threshold (2013-14)


The hardware for this project was designed to be a more refined version of the 2202Art project, with a classier housing, a de-emphasis on pixels, and a focus on diffusion, both on the display and on the mounting wall. The software explores the effects of thresholds of color and light by juxtoposing two multi-color bands, animating in opposite directions. The colors slowly shift through the RGB color space using random control points and cubic interpolation.

The color shifting and interpolation algorithm is visualized here using webgl:

Made with Arduino, plexiglass, and LPD8806 RGB LEDs

2202Art (2012)

This collaborative project was created with my colleagues Mike Lee and Kai Kam and named after our office at DreamWorks Animation. Our goal was to create a large, pixelated display that could display programs contributed by other colleagues on our team. To facilitate collaboration, we wrote a python simulator for iteration prior to display on the device.

Although not represented here, the variety of programs was remarkable, including many variations on perlin noise, a pacman animation, pong (with AI), an encoded gangnam style video, and accumulating snowfall.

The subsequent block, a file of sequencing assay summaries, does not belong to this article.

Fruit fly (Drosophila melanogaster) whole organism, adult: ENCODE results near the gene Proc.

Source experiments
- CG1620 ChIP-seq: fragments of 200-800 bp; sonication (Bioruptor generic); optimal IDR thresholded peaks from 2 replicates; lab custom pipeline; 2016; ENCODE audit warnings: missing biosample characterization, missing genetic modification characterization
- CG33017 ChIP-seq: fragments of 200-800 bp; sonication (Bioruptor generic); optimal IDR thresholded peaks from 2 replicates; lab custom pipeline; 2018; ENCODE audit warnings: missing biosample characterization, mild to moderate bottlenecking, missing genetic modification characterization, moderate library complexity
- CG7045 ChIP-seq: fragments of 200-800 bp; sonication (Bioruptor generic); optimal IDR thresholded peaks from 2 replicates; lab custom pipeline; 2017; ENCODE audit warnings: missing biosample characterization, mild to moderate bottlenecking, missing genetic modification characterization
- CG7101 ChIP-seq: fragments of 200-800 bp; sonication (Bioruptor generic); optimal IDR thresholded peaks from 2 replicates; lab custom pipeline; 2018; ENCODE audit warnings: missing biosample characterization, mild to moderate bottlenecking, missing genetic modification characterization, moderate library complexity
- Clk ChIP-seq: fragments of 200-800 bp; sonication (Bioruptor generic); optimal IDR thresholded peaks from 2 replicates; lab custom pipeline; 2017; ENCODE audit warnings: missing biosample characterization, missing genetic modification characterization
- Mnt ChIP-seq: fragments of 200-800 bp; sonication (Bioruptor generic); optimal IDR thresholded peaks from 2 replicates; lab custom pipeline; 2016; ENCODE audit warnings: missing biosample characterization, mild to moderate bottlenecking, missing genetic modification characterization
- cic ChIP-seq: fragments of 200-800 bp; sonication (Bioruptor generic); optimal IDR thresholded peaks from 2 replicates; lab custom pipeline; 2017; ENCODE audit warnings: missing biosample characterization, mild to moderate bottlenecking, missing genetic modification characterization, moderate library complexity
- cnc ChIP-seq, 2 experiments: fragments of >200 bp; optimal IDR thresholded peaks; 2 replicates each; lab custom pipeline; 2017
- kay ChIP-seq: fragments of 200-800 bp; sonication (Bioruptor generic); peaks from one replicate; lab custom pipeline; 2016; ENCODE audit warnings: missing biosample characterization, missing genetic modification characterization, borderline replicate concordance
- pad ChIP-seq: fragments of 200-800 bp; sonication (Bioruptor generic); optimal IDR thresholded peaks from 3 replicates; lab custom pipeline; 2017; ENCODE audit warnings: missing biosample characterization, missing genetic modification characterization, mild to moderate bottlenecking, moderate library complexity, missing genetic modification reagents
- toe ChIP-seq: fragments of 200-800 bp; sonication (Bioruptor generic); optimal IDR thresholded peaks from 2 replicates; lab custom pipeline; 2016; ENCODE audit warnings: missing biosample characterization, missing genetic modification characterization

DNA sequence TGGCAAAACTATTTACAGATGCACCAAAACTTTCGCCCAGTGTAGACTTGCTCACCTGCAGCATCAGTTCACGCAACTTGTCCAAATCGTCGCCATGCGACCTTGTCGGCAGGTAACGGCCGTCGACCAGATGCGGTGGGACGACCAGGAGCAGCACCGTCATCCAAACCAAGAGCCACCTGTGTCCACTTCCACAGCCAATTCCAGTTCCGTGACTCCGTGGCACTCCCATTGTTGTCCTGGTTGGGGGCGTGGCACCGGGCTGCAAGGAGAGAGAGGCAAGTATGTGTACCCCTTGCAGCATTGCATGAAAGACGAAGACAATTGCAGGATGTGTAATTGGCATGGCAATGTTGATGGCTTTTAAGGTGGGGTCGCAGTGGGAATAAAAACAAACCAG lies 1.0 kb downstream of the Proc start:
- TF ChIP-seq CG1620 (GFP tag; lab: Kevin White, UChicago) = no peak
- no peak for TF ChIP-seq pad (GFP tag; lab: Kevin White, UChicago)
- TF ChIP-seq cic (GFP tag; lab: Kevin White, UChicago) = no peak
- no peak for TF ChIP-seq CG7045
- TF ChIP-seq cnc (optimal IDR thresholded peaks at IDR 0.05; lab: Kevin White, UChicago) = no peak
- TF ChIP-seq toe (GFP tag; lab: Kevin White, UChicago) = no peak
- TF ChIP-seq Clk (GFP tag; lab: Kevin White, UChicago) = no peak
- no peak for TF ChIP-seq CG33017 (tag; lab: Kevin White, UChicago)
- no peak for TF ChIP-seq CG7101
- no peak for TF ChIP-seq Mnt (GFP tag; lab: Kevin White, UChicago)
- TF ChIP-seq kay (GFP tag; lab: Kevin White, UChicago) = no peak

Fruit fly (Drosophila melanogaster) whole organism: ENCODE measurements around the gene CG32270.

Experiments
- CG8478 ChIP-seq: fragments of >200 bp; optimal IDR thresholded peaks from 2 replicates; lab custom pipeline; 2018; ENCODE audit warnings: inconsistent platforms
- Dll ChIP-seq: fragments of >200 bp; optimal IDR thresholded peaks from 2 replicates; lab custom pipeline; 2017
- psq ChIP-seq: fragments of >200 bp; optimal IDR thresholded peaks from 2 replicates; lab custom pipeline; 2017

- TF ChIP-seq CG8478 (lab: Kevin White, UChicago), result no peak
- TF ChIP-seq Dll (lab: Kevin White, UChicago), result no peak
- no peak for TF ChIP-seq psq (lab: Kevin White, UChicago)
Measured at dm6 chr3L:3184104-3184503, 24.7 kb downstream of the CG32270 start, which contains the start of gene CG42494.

Made with Raspberry Pi, python, plywood, plexiglass, and WS2801 RGB LED strips

this is your brain on music (2011)

The custom music visualizer performs fourier analysis to separate frequency ranges. The color wheel is distributed across the frequency range, and slowly rotates. As the music plays, the range with the sufficienty largest change is assumed to be of interest, aka the "beat". (Note that the beat is not necessarily in the bass frequencies) The beat's assigned color (with a decay) powers the LED strip inside the head, and is also reperesentid as a horizontal bar below the visualizer. The sofware also allows users to manipulate the color rotation, and scale the beat detection threshold.

By choosing this method of beat detection, notable audio patterns (such as syncopation) manifest as temporal visual patterns, producing a more lively visualization.

Future improvements include auto-scaling the beat detection threshold, and moving the processing done on the computer to a stand-alone device with an audio line-in, improving deployability.

There is also an Instuctable with more details of the construction.

Made with Processing, Arduino, analog RGB LED strip, glass head, wooden jewelry box.

shift (2010)

A base color cycles through the HSV color space along sine curves for each axis (hue, saturation, and value.) Additionally each pixel is shifted forward or backward in time from this base along each of three axes as well. The amount of shift changes with time according to each pixel's "identity": sine curves with unique scalars, randomly selected at startup.

I also created a prototype before constructing the hardware.

Constructed with Peggy2 with separate red, green, blue, and white LEDs, Arduino and a shadow box frame.